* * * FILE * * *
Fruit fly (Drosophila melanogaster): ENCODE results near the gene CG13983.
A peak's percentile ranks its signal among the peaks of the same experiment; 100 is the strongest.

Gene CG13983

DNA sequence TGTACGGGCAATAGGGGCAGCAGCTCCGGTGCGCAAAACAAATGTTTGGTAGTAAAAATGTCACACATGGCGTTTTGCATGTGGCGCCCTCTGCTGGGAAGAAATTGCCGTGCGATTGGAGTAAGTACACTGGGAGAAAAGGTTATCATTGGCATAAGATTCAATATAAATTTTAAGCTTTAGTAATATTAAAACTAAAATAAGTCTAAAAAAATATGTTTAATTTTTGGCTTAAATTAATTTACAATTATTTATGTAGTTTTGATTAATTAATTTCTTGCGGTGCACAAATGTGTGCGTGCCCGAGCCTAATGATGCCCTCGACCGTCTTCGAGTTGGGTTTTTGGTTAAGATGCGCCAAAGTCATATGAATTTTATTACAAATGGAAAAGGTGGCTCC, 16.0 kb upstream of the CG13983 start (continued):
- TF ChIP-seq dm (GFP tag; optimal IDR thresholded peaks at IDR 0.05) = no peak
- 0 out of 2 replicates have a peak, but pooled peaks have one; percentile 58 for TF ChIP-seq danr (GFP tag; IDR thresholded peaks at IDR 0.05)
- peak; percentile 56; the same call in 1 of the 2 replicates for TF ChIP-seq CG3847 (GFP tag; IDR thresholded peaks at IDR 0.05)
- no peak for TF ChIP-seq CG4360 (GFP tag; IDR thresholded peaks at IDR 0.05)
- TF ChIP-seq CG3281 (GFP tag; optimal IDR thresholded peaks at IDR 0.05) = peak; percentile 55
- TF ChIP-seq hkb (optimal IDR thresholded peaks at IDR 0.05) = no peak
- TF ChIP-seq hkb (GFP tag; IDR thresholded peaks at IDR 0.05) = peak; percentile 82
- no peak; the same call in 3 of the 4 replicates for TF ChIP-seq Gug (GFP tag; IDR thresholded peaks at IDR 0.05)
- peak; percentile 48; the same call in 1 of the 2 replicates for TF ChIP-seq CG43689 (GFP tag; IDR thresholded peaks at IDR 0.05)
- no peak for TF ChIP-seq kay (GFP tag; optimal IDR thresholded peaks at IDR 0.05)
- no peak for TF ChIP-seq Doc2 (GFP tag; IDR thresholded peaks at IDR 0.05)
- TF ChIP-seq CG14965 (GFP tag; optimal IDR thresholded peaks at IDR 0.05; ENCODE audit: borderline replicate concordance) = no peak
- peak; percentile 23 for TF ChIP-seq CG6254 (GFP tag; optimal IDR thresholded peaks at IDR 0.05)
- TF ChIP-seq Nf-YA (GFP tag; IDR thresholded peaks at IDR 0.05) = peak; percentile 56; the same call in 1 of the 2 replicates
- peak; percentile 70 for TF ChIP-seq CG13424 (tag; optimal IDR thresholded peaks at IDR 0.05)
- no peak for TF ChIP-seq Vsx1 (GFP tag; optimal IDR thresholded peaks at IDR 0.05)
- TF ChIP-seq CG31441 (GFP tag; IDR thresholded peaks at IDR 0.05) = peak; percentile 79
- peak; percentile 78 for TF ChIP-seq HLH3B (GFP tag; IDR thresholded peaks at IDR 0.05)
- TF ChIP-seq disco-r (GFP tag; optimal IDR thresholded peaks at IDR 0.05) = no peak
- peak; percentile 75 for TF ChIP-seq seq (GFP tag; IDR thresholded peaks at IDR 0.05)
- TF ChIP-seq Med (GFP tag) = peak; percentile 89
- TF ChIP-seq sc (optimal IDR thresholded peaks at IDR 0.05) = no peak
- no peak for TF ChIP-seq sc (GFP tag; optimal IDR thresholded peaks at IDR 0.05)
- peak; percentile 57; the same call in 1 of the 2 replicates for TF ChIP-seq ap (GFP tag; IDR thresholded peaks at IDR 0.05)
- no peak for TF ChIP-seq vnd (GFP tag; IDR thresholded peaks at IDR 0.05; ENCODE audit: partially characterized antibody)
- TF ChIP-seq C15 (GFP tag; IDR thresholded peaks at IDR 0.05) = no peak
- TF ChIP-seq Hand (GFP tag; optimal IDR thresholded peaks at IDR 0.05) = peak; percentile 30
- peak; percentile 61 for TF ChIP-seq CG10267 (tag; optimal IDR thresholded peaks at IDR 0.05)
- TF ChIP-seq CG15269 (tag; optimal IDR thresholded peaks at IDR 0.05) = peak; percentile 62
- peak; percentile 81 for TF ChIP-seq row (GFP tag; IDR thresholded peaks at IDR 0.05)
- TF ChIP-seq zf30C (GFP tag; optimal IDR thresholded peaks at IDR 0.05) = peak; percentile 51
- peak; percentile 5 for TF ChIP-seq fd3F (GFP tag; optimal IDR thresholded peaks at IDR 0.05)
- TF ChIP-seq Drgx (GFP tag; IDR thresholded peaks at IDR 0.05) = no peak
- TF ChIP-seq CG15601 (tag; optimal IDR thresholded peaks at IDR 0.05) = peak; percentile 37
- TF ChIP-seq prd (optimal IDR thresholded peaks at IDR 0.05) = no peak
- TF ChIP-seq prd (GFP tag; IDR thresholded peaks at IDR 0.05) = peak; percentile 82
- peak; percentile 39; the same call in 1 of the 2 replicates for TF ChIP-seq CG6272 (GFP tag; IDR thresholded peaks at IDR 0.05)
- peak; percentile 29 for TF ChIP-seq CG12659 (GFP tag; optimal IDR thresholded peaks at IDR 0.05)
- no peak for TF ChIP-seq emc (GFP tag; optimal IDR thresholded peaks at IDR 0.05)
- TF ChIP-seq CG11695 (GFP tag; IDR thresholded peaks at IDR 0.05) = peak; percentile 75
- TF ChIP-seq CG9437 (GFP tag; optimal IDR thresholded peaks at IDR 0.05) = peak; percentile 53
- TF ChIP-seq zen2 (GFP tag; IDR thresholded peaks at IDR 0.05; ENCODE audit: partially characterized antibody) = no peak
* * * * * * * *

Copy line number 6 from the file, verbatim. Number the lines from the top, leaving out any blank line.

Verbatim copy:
- 0 out of 2 replicates have a peak, but pooled peaks have one; percentile 58 for TF ChIP-seq danr (GFP tag; IDR thresholded peaks at IDR 0.05)